The standard deviation used in calculating the upper and lower bands measures how much the price deviates from the middle band (simple moving average). By default, a factor of 2 is used, meaning that the upper band is 2 standard deviations above the middle band, and the lower band is 2 standard deviations below the middle band. This factor can be adjusted based on the trader’s preferences and the specific characteristics of the asset being analyzed.

## Implementing Bollinger Bands in Python: A Step-by-Step Guide

Let us look at the Python code for Bollinger Bands. We have randomly generated some stock prices, applied Bollinger Bands to them, and plotted the results.

```import numpy as np
import matplotlib.pyplot as plt

# Generate random stock prices
np.random.seed(42)  # for reproducibility
stock_prices = np.random.normal(100, 5, 250)

# Define parameters
window_size = 20
num_std = 2

# Calculate rolling mean and standard deviation
rolling_mean = np.convolve(stock_prices, np.ones(window_size)/window_size, mode='valid')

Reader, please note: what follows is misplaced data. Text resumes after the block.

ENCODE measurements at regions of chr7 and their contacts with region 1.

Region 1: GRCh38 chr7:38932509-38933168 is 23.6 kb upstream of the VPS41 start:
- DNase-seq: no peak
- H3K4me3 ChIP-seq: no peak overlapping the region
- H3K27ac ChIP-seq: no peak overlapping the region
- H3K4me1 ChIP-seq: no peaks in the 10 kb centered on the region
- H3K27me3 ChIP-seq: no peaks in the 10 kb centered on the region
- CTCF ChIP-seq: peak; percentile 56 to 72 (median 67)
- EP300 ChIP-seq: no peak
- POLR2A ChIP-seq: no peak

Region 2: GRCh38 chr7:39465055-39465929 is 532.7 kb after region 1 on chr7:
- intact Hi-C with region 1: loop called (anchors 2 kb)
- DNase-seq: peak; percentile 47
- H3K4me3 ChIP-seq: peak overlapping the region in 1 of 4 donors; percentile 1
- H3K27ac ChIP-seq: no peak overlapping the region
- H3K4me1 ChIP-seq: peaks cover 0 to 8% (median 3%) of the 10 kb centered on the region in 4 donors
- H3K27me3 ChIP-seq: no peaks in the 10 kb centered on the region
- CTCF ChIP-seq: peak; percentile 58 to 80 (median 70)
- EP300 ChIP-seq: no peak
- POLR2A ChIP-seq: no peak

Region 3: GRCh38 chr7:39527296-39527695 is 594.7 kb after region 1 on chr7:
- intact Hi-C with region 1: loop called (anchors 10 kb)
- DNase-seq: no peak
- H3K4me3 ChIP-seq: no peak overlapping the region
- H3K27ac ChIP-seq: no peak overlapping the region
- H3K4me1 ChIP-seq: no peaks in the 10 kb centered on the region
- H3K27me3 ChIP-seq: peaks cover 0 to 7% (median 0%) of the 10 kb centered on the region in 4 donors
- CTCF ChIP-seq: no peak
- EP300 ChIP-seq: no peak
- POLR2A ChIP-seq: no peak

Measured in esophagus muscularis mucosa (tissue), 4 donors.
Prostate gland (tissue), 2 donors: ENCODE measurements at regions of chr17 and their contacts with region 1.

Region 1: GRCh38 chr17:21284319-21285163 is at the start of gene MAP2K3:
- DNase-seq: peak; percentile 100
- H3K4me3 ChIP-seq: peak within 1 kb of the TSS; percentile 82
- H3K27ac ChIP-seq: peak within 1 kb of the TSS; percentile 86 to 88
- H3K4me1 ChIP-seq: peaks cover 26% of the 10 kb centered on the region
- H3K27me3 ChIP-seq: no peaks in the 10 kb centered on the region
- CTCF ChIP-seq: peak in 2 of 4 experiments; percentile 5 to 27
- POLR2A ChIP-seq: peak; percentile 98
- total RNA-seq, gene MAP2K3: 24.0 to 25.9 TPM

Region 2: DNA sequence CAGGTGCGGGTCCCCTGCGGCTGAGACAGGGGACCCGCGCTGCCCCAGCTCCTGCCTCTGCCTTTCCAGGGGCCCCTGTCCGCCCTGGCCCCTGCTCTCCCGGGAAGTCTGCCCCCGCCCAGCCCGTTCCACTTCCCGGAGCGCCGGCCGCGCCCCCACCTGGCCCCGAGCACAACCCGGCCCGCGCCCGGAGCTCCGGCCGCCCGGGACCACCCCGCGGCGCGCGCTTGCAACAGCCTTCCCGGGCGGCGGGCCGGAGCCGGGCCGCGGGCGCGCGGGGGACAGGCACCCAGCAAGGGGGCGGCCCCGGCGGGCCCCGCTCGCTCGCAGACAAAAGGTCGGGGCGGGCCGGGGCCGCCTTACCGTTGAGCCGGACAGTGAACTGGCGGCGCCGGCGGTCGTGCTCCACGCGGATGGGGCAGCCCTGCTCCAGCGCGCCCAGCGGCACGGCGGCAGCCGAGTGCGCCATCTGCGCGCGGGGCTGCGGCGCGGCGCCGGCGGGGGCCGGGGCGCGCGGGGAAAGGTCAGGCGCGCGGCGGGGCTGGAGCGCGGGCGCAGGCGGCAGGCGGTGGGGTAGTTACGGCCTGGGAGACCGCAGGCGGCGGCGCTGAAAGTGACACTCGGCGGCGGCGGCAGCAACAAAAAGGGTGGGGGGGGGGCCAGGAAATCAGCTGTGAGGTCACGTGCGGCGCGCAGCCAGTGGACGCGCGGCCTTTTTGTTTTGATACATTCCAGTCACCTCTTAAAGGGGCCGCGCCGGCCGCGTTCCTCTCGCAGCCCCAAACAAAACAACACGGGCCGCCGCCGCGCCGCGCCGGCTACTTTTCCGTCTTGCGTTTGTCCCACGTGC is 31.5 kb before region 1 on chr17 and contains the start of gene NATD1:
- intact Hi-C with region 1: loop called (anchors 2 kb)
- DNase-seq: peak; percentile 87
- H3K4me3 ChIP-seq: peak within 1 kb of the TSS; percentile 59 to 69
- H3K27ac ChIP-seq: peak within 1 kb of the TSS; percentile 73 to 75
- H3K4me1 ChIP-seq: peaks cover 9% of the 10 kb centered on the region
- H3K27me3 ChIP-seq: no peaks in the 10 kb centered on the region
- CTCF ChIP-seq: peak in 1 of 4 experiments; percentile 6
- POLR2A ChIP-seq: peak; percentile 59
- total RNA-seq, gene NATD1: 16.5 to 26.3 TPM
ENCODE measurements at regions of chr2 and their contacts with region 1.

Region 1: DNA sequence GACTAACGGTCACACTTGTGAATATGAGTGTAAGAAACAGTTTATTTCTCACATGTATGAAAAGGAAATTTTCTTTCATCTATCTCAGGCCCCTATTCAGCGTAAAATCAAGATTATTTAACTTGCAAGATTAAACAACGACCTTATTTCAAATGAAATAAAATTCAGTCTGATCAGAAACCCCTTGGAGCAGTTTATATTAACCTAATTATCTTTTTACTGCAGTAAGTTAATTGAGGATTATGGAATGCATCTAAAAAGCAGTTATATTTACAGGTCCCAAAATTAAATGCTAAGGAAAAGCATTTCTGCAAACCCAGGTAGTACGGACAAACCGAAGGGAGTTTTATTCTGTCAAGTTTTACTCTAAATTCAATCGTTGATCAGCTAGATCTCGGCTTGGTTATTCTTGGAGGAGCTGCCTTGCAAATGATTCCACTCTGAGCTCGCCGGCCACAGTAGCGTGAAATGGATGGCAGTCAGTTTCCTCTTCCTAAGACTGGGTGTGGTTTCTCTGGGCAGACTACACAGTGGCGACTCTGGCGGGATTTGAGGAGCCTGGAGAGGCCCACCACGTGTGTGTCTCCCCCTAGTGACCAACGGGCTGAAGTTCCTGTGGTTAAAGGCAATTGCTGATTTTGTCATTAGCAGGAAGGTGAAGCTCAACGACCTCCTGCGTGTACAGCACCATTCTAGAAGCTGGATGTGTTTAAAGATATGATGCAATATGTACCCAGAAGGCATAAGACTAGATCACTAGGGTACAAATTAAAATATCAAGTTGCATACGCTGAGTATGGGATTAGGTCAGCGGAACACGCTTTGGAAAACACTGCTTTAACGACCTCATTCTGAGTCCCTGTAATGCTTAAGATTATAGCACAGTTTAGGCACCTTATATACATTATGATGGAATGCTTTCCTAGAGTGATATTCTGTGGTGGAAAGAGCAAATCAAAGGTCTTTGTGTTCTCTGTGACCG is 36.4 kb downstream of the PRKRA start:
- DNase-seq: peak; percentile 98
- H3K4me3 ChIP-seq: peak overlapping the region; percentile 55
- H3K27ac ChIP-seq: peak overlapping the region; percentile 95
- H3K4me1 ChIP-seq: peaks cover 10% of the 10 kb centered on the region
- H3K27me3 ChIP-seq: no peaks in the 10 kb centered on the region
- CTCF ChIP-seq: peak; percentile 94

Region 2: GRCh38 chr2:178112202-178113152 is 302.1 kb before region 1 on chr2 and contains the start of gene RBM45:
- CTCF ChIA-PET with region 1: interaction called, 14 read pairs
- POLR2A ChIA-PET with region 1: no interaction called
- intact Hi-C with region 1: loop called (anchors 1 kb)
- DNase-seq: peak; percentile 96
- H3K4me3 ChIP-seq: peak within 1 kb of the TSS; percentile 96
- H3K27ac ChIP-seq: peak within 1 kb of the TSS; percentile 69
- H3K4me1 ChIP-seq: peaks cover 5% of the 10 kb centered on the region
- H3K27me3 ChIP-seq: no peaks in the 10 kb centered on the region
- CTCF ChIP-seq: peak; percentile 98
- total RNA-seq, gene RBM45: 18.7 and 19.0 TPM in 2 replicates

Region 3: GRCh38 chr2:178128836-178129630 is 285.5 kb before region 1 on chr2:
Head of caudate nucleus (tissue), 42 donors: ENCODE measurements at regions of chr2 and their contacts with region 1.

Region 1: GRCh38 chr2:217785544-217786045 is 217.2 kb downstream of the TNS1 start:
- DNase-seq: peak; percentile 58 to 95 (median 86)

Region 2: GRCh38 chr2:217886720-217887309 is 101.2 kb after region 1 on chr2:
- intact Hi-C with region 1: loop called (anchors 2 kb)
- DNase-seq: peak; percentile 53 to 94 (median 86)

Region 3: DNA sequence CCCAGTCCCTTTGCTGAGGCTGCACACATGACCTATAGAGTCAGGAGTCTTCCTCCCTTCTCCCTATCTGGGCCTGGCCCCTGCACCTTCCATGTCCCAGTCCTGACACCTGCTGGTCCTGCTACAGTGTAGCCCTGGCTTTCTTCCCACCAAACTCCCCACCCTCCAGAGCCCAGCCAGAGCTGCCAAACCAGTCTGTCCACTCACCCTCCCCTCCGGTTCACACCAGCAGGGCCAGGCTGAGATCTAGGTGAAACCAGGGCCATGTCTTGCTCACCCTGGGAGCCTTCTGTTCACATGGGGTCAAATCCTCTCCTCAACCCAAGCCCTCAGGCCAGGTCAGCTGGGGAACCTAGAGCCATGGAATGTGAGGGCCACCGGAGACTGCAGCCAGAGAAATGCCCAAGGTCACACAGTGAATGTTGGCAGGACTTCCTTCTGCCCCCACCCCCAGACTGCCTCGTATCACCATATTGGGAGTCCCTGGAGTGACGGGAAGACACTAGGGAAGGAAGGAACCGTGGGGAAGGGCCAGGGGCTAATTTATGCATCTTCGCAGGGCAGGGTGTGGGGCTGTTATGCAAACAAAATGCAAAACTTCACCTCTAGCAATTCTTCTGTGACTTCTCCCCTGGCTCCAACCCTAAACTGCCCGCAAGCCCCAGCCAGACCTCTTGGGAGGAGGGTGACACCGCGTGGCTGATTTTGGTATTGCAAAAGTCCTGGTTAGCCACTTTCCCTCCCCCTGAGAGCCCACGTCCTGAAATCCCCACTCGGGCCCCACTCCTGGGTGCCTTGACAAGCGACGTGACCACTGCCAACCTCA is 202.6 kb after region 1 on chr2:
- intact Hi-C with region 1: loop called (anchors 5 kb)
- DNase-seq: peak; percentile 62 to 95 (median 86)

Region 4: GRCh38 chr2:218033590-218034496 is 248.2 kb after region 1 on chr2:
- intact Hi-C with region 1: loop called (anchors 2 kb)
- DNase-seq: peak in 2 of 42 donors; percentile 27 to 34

rolling_std = np.std([stock_prices[i:i+window_size] for i in range(len(stock_prices)-window_size+1)], axis=1)

# Calculate Bollinger Bands
upper_band = rolling_mean + num_std * rolling_std
lower_band = rolling_mean - num_std * rolling_std

# Plotting
plt.figure(figsize=(14,7))
plt.plot(stock_prices, label='Stock Price')
plt.plot(rolling_mean, label='Rolling Mean', color='red')
plt.plot(upper_band, label='Upper Bollinger Band', color='green')
plt.plot(lower_band, label='Lower Bollinger Band', color='green')
plt.fill_between(np.arange(window_size-1, len(stock_prices)), lower_band, upper_band, color='grey', alpha=0.2)
plt.title('Bollinger Bands')
plt.xlabel('Days')
plt.ylabel('Price')
plt.legend()
plt.grid(True)
plt.show()

```

Let us look at the output below.

## Applying Bollinger Bands to Real-World Stock Price Data using CSV Files

Let us now look at the code for implementing the program using an Excel or CSV file. You can get these files from Yahoo Finance.

```import pandas as pd
import numpy as np
import matplotlib.pyplot as plt

# Read stock prices from Excel or CSV file
# Replace 'stock_prices.xlsx' or 'stock_prices.csv' with your file name
file_path = 'stock_prices.xlsx'